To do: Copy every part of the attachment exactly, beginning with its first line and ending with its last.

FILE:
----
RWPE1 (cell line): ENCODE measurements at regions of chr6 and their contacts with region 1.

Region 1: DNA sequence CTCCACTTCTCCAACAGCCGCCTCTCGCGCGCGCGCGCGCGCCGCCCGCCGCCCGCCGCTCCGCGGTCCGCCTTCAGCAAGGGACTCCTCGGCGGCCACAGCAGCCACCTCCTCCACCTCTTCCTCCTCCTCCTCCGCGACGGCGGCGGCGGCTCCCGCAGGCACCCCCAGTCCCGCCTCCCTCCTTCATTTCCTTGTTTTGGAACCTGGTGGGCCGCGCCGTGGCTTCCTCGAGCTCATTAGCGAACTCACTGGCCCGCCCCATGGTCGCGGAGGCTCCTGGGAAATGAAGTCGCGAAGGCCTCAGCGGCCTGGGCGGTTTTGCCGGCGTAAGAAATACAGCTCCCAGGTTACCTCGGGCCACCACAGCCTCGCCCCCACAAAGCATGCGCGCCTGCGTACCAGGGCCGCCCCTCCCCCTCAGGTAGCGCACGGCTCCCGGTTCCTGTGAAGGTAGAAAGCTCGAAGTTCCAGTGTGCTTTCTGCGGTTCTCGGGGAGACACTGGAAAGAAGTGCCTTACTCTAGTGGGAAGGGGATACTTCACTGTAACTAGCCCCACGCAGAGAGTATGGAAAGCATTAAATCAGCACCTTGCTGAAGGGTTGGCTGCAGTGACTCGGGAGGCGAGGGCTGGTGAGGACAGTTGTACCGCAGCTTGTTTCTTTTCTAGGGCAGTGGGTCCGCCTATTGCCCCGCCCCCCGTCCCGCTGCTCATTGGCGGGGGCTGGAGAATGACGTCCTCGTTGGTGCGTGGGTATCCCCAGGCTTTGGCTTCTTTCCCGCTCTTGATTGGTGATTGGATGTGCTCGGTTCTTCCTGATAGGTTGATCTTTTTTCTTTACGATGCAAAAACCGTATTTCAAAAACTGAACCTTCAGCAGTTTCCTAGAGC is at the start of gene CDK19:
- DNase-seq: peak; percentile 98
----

RWPE1 (cell line): ENCODE measurements at regions of chr6 and their contacts with region 1.

Region 1: DNA sequence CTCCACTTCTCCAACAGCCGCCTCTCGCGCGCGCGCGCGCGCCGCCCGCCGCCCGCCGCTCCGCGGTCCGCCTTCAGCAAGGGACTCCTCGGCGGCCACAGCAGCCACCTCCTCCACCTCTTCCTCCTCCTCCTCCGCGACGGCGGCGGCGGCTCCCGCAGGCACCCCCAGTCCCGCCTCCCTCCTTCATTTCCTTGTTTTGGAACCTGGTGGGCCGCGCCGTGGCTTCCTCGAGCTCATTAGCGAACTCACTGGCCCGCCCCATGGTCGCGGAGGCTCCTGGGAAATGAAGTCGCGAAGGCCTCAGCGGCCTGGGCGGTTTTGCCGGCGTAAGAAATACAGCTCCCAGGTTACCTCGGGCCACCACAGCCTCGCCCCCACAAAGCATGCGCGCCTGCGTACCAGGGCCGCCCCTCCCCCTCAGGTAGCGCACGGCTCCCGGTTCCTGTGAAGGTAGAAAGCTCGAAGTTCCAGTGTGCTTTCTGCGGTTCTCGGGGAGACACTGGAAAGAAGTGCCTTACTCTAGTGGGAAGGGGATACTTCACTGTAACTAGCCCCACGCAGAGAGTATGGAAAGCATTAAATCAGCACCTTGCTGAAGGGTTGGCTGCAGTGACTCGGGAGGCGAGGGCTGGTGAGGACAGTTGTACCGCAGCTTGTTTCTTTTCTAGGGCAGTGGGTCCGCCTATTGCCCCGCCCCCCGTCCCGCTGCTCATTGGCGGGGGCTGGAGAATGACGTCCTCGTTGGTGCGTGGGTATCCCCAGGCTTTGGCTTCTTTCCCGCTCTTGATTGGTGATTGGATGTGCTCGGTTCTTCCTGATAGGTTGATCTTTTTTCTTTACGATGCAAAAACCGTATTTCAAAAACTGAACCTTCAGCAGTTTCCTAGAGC is at the start of gene CDK19:
- DNase-seq: peak; percentile 98